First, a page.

Wednesday, November 23, 2005

The Duffers’ Anthology of Putting:
How to Putt Well and Make Your Friends Cry
Part II

After further research into my annals of Golf resources. I have found a few more games and drills to use on your local practice greens or even in your own backyard if you are so lucky. Periodically, I will hope to add to this collection as I see fit.

Short, Long, In (GOLF MAGAZINE, Nov. 2005 p.146)

The Basics: Their are 3 “rounds”. You and an opponent putt one ball per round.. The object is to have your first ball stop just short of the cup, the second is to finish just long and have the third one drop into the cup.

The SHORT round: Standing 30 feet from the hole, you and an opponent putt your first ball. The object is to get the ball closest to the cup without it falling. Shortest and closest to the hole gets one point.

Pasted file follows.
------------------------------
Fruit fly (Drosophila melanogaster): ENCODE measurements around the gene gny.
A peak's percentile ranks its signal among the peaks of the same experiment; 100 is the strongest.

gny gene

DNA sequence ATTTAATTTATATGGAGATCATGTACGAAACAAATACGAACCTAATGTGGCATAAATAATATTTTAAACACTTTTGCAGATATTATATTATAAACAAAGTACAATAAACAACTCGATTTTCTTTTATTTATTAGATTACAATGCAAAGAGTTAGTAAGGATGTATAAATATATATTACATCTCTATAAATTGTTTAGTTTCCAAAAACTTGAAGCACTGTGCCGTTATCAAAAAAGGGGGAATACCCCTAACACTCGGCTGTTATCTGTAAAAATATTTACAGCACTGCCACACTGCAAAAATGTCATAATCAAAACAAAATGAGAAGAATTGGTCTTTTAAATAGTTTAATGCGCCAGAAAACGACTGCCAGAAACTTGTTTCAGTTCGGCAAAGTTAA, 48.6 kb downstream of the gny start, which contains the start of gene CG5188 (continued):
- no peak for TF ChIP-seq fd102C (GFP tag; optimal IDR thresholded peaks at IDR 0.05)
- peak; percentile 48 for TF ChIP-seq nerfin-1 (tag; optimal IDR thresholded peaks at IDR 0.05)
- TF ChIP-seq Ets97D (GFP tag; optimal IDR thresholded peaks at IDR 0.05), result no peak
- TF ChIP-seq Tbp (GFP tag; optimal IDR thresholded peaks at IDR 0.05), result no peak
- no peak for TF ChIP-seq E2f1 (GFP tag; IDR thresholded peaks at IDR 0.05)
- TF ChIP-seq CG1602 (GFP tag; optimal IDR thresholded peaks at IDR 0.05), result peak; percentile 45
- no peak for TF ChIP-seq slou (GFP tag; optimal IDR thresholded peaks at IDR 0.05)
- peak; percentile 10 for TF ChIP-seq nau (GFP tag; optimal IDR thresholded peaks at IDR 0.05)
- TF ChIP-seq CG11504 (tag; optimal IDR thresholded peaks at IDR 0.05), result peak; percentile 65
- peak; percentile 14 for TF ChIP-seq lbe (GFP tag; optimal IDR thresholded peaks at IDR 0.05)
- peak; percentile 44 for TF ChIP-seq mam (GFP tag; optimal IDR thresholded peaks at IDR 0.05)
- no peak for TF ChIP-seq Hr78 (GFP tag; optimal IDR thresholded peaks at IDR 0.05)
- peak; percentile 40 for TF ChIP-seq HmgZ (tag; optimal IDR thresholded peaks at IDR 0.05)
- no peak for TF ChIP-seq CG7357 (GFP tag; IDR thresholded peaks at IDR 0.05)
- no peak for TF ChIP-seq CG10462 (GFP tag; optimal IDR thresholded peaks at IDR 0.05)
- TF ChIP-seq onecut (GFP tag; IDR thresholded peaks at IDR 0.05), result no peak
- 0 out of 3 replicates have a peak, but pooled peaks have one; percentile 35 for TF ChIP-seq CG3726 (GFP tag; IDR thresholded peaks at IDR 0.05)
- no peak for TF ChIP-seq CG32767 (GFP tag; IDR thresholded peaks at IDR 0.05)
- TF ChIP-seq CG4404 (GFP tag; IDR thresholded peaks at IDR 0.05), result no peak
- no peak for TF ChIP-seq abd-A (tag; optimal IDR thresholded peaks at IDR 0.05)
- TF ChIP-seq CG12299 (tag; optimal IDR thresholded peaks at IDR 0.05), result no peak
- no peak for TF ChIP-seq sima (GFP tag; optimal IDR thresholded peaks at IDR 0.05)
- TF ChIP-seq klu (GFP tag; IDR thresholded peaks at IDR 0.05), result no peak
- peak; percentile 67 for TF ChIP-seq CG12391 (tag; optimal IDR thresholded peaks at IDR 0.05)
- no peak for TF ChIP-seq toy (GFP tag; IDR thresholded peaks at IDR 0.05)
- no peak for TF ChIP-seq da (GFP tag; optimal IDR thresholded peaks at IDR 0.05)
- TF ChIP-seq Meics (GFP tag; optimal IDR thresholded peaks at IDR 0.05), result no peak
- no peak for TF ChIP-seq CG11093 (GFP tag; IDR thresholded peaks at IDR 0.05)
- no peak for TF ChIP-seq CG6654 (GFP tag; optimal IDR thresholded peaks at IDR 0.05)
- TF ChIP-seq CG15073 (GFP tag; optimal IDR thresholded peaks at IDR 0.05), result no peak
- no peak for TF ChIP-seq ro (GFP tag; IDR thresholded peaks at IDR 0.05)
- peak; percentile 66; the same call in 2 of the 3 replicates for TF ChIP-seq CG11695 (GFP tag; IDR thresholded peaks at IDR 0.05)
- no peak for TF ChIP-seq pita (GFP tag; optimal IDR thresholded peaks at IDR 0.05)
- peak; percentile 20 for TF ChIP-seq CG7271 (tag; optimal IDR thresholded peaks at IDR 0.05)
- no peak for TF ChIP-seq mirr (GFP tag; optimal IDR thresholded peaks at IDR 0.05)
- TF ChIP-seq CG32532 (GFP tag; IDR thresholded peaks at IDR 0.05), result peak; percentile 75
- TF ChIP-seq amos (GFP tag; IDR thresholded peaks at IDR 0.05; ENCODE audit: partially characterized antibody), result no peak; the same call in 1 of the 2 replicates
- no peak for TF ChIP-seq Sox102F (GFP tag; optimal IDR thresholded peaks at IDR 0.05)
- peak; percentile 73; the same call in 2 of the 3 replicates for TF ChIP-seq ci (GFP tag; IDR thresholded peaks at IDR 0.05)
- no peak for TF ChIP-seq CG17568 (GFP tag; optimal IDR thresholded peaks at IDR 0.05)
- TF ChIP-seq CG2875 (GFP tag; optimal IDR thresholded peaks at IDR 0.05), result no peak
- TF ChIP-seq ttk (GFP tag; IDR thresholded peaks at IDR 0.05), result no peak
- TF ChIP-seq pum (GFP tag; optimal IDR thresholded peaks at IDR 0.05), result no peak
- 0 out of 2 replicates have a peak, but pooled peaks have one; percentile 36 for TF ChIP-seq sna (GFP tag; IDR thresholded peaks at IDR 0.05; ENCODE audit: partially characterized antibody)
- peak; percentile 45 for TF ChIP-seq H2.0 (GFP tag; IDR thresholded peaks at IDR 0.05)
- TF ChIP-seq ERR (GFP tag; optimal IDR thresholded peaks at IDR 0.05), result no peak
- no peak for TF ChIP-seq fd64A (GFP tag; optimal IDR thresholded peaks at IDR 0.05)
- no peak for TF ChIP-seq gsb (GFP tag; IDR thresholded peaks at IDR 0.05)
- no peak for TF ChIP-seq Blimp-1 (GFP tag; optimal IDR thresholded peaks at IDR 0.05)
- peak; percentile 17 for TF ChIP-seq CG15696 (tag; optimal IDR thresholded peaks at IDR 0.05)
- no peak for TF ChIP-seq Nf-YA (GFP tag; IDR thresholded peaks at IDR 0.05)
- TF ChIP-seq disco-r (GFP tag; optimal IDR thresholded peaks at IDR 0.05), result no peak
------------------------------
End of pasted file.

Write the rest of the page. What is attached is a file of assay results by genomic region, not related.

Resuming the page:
The LONG round: Still thirty feet away, aim towards a different target on the practice green. The goal is to have your ball end up just long of the hole. The person whose ball is just beyond the hole and still closest to the cup wins one point.

The IN round: From the same distance, putt towards a different target again. Now sink your putt. If you do, that’s a point. If you both miss, that one point carries over to the next time you reach the IN round. Continue this drill until one of you reach 21.

Quarters (GOLF MAGAZINE, Nov. 2005 p.147)